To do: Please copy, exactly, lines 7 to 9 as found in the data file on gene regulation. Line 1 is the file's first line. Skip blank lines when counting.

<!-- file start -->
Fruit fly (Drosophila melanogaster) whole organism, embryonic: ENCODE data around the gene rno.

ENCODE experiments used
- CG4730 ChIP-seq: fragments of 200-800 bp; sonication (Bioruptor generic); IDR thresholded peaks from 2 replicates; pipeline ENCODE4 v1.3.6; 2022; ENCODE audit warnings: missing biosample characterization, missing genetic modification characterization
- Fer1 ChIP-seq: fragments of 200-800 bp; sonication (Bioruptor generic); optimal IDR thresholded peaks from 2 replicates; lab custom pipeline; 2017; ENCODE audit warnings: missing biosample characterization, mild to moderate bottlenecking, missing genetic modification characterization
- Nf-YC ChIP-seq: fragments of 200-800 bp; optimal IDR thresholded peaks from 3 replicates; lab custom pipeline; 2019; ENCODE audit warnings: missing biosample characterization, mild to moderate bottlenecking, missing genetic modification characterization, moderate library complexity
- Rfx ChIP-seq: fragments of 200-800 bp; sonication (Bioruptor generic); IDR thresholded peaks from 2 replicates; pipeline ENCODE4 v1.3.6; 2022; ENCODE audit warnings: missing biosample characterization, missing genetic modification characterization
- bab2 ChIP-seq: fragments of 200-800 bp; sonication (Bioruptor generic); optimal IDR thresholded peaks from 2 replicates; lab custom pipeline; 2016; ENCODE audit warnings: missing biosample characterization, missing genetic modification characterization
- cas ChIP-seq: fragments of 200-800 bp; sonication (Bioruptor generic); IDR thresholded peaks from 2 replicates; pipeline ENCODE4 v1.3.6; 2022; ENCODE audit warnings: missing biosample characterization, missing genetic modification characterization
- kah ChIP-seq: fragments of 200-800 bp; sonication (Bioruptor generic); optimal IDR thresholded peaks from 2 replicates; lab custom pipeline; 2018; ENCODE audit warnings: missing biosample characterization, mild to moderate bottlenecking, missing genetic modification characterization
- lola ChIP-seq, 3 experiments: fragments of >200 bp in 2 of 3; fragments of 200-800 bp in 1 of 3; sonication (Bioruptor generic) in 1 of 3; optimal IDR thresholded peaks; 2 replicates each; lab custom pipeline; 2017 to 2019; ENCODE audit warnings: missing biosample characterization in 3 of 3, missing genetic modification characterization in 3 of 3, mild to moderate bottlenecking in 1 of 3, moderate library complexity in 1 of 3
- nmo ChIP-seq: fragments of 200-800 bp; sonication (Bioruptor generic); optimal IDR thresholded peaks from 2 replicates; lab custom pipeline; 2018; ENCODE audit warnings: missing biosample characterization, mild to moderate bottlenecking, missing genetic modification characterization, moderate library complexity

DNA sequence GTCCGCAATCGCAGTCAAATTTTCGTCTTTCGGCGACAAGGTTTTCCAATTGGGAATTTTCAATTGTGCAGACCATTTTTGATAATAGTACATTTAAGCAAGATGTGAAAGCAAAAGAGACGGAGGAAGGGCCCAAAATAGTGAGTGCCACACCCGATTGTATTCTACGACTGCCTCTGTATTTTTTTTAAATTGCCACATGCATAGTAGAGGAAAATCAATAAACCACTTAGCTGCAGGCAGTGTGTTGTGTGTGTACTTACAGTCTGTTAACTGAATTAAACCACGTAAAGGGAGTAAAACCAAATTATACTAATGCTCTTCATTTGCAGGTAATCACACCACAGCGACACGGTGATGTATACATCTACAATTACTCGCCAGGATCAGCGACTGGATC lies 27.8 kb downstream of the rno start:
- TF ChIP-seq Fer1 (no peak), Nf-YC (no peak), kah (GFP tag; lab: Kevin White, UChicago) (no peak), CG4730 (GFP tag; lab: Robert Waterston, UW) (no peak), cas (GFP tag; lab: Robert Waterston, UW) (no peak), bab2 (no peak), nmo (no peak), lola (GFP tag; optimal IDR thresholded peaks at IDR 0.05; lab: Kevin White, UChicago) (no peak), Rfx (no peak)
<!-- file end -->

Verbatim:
- bab2 ChIP-seq: fragments of 200-800 bp; sonication (Bioruptor generic); optimal IDR thresholded peaks from 2 replicates; lab custom pipeline; 2016; ENCODE audit warnings: missing biosample characterization, missing genetic modification characterization
- cas ChIP-seq: fragments of 200-800 bp; sonication (Bioruptor generic); IDR thresholded peaks from 2 replicates; pipeline ENCODE4 v1.3.6; 2022; ENCODE audit warnings: missing biosample characterization, missing genetic modification characterization
- kah ChIP-seq: fragments of 200-800 bp; sonication (Bioruptor generic); optimal IDR thresholded peaks from 2 replicates; lab custom pipeline; 2018; ENCODE audit warnings: missing biosample characterization, mild to moderate bottlenecking, missing genetic modification characterization